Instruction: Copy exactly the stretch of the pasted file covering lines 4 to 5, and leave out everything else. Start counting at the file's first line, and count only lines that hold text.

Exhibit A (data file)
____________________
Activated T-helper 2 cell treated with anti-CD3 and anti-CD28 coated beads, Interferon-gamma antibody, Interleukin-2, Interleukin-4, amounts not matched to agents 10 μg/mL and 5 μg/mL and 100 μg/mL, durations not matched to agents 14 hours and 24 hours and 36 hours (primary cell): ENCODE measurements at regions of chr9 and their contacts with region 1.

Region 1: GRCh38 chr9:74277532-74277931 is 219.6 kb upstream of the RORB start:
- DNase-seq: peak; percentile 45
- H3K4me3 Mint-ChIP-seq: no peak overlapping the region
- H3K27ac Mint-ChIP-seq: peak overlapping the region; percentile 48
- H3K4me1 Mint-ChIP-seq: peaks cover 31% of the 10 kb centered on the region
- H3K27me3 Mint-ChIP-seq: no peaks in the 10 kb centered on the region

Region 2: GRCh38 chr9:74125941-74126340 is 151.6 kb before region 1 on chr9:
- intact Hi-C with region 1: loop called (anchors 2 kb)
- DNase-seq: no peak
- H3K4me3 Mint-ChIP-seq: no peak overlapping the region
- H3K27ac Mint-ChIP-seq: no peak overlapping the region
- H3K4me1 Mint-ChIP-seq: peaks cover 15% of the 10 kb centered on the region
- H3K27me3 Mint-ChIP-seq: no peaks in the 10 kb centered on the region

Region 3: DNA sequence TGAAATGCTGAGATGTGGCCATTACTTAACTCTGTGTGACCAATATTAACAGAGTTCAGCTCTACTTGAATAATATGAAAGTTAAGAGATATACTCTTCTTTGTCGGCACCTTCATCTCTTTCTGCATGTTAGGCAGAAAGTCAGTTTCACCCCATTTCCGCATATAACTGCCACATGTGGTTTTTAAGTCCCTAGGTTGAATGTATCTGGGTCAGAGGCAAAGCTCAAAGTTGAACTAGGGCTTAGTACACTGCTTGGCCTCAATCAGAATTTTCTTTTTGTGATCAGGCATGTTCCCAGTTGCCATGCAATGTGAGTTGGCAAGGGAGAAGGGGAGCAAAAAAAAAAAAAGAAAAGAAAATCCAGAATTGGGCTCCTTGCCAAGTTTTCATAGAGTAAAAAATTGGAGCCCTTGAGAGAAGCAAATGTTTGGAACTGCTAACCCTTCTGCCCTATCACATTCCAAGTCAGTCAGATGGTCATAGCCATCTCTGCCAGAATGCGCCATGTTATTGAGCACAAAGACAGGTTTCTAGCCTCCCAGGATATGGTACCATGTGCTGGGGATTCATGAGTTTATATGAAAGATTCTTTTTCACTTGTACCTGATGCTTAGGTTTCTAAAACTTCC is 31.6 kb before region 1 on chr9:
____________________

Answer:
- H3K4me3 Mint-ChIP-seq: no peak overlapping the region
- H3K27ac Mint-ChIP-seq: peak overlapping the region; percentile 48